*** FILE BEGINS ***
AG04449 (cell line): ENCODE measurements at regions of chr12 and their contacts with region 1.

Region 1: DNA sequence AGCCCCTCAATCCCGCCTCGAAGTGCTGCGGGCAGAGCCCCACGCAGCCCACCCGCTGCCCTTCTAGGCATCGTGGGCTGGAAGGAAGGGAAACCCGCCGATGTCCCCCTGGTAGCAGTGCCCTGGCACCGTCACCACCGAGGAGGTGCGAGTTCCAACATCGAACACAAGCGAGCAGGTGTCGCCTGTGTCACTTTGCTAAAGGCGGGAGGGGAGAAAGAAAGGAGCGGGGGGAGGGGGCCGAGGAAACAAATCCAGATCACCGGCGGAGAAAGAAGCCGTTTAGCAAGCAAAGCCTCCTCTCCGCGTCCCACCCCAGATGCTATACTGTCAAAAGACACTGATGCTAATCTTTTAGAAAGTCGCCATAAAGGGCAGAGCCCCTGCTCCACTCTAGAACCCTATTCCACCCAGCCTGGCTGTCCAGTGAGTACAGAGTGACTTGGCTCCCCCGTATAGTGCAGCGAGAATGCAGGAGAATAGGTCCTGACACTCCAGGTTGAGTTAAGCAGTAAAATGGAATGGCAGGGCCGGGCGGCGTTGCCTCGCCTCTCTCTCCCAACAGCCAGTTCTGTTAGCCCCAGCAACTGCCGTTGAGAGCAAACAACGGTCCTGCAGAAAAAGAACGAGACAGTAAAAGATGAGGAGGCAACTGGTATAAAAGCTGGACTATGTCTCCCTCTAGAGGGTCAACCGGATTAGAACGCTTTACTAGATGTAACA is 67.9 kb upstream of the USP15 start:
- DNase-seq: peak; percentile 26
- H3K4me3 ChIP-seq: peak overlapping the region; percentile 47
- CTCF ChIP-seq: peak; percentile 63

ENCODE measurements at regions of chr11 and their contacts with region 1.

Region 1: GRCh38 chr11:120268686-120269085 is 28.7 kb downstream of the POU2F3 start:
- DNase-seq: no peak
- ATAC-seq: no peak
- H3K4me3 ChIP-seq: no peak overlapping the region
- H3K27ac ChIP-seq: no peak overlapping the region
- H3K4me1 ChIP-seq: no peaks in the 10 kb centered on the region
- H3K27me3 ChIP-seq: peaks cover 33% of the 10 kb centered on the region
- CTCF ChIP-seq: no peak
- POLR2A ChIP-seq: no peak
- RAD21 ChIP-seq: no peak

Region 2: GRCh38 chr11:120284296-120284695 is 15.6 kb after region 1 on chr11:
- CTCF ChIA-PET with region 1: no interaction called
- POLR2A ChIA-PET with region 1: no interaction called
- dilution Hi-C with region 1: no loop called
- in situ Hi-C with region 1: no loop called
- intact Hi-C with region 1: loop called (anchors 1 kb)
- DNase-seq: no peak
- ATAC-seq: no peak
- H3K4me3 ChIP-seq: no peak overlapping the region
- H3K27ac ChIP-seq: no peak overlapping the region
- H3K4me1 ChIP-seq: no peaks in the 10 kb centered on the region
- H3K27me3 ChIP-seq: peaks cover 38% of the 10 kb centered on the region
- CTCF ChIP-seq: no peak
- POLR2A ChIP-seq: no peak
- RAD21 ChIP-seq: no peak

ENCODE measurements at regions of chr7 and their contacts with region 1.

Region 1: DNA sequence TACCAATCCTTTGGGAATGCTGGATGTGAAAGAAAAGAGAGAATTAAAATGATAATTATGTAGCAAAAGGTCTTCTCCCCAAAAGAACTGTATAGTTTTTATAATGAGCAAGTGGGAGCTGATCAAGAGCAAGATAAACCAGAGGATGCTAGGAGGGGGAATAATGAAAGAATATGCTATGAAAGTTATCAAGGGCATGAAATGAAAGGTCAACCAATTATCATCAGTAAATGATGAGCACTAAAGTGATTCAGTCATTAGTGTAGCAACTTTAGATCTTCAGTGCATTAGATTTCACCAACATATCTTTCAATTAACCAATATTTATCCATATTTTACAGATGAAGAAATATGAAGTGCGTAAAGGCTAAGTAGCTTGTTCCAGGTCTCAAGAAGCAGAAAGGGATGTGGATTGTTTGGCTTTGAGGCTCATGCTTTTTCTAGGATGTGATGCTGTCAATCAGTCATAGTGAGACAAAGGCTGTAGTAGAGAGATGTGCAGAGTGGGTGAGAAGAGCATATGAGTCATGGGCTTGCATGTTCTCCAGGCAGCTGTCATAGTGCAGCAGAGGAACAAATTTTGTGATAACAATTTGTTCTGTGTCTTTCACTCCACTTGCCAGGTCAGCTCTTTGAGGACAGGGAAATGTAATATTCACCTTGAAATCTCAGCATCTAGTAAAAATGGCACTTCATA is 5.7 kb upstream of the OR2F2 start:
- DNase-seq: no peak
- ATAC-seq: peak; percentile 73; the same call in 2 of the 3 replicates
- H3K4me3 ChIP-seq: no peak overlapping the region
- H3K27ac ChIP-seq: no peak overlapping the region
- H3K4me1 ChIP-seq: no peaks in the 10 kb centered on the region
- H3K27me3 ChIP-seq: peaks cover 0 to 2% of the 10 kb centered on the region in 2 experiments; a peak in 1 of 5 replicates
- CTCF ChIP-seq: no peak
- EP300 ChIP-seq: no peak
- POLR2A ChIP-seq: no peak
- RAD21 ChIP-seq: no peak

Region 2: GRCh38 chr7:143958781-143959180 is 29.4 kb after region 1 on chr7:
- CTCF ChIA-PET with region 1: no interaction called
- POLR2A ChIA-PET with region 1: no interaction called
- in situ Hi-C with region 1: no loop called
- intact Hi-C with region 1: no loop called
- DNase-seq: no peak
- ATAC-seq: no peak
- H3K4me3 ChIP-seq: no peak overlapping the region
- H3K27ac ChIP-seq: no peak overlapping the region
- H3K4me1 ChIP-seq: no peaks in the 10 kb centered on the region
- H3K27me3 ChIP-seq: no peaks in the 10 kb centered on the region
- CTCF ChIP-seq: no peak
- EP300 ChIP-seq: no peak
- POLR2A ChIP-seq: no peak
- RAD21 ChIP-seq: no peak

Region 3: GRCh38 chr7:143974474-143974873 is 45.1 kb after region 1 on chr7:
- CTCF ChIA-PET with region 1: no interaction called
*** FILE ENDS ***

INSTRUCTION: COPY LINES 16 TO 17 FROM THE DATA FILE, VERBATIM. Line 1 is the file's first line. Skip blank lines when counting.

- RAD21 ChIP-seq: no peak

Region 2: GRCh38 chr11:120284296-120284695 is 15.6 kb after region 1 on chr11: